The great Central Bank unwind

Whether by luck or design, when I first entered the world of applied economics during the mid-1980s, I decided that I would like to specialize in covering central banks and in studying the flows that these institutions could create within financial systems and the real economies of the world.

Friday, January 13th 2017, 9:18AM

by Andrew Hunt

Little did I know that over the late 1980s and the 1990s, the central banks would rise in prominence to become arguably the dominant influence on financial markets and this trend has probably only strengthened over the last decade or so – central bank governors are now known even within the popular press. However, it now seems likely that the pendulum of popular opinion and market sentiment is likely to turn against these institutions as they face arguably one of their most difficult years since the late 1970s. Arguably, all of the major central banks are facing a potentially daunting 2017 as some of their past mistakes – or necessary policy compromises – come back to haunt them and as a result we suspect that 2017 will be a most interesting year for investors.

For example, in the USA we find that despite some evidence that in aggregate the US economy is still working at below full capacity and employment, the Federal Reserve of course elected to raise interest rates last month. In reality, we suspect that there were four motives behind the move: to help to improve potential profitability in the banking system (not an objective that they will have wished to advertise but an important and we believe justifiable one nonetheless); to validate the recent upward move in market-determined interest rates; to provide some impediment to the extreme levels of corporate financial engineering and speculation that has been taking place; and finally to give the central bank some two-way optionality on future interest rate moves should circumstances demand. Consequently, we would describe the Fed’s actions as representing a mixture of prudence and opportunism, both of which of course have some merit.

As to the outlook for rates, we continue to believe that the FOMC may be being rather too optimistic over the outlook for the economy: the ‘freak’ rise in soya bean export shipments over the third quarter of 2016 will have created a high comparison period of net trade, thereby making it more difficult for the latter to contribute to headline GDP in the near term. Moreover, we quite naturally expect that net trade foreign trends may also suffer in the near–medium term as a result of the rally in the USD over recent weeks. Net trade trends are also likely to remain at the mercy of global developments, particularly in both Europe and the PRC. Elsewhere within the data, we find that there is some evidence that the Obama Administration indulged in a significant fiscal easing of its own ahead of the elections but this will likely wind down in the near term as the economy waits for the new Administration to “get up and running”, thereby implying that there may well be a fiscal drag rather than tailwind in the near term.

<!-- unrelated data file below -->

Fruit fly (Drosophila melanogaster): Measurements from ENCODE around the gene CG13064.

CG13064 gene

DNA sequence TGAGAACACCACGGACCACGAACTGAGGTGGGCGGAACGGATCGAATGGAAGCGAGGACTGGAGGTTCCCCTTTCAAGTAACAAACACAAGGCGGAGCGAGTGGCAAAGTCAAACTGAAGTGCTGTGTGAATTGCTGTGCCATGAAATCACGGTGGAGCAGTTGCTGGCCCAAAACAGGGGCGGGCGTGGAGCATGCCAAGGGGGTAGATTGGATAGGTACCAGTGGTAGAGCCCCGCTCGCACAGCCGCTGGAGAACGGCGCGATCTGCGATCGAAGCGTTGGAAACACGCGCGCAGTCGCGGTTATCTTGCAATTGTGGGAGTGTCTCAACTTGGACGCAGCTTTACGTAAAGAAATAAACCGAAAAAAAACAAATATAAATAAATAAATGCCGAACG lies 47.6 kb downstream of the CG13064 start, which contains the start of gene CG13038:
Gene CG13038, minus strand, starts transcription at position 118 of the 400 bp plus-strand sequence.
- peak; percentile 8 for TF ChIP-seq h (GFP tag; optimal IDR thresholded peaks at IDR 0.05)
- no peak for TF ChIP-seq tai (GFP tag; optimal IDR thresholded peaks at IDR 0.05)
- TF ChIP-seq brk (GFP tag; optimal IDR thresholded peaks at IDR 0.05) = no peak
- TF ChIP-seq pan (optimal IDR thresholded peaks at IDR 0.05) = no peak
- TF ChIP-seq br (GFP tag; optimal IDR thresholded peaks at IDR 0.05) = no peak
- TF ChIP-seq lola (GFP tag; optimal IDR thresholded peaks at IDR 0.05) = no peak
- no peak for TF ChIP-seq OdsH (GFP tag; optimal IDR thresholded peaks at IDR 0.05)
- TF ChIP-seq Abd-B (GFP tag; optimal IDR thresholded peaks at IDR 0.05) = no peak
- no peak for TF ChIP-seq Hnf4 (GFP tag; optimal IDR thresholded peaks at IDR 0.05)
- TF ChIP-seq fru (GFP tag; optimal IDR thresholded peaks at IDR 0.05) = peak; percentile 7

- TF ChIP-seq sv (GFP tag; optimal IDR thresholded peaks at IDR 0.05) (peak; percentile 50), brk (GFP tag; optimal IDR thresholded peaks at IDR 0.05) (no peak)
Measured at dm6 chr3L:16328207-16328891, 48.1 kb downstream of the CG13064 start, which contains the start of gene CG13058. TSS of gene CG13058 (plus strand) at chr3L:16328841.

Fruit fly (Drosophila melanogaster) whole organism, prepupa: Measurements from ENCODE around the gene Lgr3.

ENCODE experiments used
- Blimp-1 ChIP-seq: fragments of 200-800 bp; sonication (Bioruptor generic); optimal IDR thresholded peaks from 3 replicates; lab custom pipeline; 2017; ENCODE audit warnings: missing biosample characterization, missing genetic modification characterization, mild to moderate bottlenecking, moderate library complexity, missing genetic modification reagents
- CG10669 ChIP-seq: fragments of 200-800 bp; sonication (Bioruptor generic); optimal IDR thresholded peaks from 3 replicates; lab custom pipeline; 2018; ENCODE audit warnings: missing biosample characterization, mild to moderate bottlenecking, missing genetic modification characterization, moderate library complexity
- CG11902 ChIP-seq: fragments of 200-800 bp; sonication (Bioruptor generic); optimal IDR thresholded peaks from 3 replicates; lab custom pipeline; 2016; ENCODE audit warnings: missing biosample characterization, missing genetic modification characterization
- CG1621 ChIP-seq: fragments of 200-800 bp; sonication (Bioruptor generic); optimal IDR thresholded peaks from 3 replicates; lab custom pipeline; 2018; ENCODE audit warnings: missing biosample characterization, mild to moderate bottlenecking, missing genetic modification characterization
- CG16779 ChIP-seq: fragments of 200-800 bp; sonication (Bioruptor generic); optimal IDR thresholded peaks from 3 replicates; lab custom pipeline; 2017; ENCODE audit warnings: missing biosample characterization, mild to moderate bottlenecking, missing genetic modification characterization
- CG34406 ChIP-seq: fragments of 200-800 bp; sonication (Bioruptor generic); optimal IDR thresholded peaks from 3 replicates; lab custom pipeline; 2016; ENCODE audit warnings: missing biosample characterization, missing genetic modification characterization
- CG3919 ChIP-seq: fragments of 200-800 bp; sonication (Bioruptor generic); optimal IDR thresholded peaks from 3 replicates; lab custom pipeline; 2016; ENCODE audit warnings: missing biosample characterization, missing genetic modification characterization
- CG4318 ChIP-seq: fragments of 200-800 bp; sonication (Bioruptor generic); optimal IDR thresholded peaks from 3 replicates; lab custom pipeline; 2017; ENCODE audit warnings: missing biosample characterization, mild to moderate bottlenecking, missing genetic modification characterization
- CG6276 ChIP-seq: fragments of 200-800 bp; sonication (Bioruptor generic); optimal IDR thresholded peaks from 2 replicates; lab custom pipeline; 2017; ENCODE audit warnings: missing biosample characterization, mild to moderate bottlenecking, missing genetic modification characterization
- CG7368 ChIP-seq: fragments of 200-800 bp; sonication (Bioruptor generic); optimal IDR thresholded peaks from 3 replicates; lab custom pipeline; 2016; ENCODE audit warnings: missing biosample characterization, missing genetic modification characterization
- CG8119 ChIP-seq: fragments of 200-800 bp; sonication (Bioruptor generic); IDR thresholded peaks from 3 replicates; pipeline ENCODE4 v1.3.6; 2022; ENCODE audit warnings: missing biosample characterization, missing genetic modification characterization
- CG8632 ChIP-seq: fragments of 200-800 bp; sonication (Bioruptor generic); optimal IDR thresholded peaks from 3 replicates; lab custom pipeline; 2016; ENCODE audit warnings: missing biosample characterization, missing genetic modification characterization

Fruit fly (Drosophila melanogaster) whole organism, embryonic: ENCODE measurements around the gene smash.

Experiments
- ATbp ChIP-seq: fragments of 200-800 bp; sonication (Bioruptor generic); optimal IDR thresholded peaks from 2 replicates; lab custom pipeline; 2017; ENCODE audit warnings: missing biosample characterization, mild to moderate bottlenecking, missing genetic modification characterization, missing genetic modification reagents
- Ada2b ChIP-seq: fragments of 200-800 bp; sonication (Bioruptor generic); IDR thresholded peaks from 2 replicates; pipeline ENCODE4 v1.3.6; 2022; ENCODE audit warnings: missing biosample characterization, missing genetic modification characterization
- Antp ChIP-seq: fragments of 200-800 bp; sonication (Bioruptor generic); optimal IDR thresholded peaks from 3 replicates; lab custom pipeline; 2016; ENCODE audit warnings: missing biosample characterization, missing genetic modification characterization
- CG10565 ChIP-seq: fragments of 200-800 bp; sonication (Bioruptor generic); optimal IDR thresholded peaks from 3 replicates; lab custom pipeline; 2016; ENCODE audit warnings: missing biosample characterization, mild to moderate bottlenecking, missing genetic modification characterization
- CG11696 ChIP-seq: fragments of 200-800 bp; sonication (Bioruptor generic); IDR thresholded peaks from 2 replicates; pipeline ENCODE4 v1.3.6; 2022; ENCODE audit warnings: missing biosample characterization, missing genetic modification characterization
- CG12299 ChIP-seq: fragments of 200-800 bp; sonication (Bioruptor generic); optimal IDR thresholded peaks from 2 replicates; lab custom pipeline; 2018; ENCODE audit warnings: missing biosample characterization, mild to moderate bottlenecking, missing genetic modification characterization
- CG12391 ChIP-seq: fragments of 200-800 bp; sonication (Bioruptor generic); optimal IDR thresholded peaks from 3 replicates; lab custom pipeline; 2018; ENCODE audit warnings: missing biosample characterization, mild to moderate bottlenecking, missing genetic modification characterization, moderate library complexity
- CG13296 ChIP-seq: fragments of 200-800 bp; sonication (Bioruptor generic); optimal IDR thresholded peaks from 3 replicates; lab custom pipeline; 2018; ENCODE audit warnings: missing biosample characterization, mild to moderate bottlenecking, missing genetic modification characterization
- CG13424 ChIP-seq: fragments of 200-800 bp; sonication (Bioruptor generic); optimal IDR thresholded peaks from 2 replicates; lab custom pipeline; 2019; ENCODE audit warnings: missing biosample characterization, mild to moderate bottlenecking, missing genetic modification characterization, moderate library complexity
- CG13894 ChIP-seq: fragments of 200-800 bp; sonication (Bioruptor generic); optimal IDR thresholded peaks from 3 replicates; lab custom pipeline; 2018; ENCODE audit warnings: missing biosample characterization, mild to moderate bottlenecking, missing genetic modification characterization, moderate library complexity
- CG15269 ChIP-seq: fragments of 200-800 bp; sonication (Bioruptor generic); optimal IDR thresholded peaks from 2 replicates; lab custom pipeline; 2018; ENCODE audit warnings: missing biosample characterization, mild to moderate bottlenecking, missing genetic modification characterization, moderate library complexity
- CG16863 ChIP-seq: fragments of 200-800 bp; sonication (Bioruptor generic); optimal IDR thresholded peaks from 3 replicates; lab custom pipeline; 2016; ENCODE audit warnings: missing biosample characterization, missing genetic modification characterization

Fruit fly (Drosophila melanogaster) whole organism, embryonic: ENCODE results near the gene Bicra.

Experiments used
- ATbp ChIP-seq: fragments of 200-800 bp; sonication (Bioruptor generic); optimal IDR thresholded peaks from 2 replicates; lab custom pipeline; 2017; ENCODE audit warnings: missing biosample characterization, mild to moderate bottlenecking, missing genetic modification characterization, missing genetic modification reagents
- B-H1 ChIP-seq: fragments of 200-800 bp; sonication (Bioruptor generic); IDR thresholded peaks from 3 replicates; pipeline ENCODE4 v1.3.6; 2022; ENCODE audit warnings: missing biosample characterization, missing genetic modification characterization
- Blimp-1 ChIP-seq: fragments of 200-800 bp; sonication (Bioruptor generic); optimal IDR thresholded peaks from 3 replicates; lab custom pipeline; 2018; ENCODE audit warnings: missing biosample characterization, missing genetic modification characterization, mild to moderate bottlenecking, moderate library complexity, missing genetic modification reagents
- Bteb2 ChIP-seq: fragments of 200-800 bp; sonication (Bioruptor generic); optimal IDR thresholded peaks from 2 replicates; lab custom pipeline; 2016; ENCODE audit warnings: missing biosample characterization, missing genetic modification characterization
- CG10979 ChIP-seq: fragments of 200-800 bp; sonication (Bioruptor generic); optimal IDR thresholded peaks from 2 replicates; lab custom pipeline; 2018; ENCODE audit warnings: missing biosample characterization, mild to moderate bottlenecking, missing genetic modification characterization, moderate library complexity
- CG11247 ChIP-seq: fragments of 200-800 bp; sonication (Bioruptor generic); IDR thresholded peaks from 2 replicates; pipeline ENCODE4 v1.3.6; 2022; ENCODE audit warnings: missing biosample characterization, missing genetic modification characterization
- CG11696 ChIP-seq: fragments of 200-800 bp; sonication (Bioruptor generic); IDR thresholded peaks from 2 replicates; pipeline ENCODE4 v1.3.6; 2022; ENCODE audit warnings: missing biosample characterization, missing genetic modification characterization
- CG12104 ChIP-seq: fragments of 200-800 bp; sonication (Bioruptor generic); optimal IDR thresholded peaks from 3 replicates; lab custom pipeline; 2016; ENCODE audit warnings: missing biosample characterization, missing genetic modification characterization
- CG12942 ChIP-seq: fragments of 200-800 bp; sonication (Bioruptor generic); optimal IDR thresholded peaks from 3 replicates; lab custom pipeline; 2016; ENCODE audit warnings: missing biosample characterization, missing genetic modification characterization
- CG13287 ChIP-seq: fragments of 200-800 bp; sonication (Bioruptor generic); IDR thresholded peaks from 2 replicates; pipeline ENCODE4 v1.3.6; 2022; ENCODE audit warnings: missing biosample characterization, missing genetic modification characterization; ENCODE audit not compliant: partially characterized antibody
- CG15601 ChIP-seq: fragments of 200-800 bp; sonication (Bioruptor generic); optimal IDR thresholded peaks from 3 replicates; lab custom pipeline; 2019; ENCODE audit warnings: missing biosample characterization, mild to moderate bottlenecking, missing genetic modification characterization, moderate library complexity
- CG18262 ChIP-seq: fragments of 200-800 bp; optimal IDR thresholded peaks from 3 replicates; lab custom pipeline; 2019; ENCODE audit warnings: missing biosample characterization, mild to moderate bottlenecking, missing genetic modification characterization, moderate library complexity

USA: Govt. Financial Balance USD billion

 

Elsewhere within the US economy, we find that inventory ratios remain high, household real disposable income growth has slowed, the residential construction data remains soft (and mortgage lending trends seem to have weakened since the election). Within the corporate sector, companies remain dis-inclined to invest in new plant and equipment, instead preferring to direct their financial resources at zaitech-type pursuits. With these various but unfortunately numerous headwinds all likely to be in play in early 2017, we are minded to believe that the Federal Reserve’s expectations for growth in the USA in 2017 may again prove to have been too optimistic, even if China and Europe do not create ‘exogenous’ shocks of their own.

Unfortunately, we suspect that both China and Europe will provide their own headwinds to global growth. The author has just returned from a grand tour of European Central Banks (thankfully with no help from Clarkson et al) with the distinct impression that intra-European relations are at a very low ebb currently, particularly within the central banks. Certainly, there seems to be a particularly wide intellectual chasm between North and South at present, with the North complaining that the South needs to do more to improve its competitiveness by encouraging the euphemistically described ‘internal devaluation process’ (= painful deflation, not something that democracies can do in normal circumstances...), while the South says that the North needs to inflate and to behave in a more ‘collective’ fashion. The Bundesbank, however, flatly refuses to do the latter and hence we must remain fundamentally bearish on the EUR’s prospects for survival in its current form.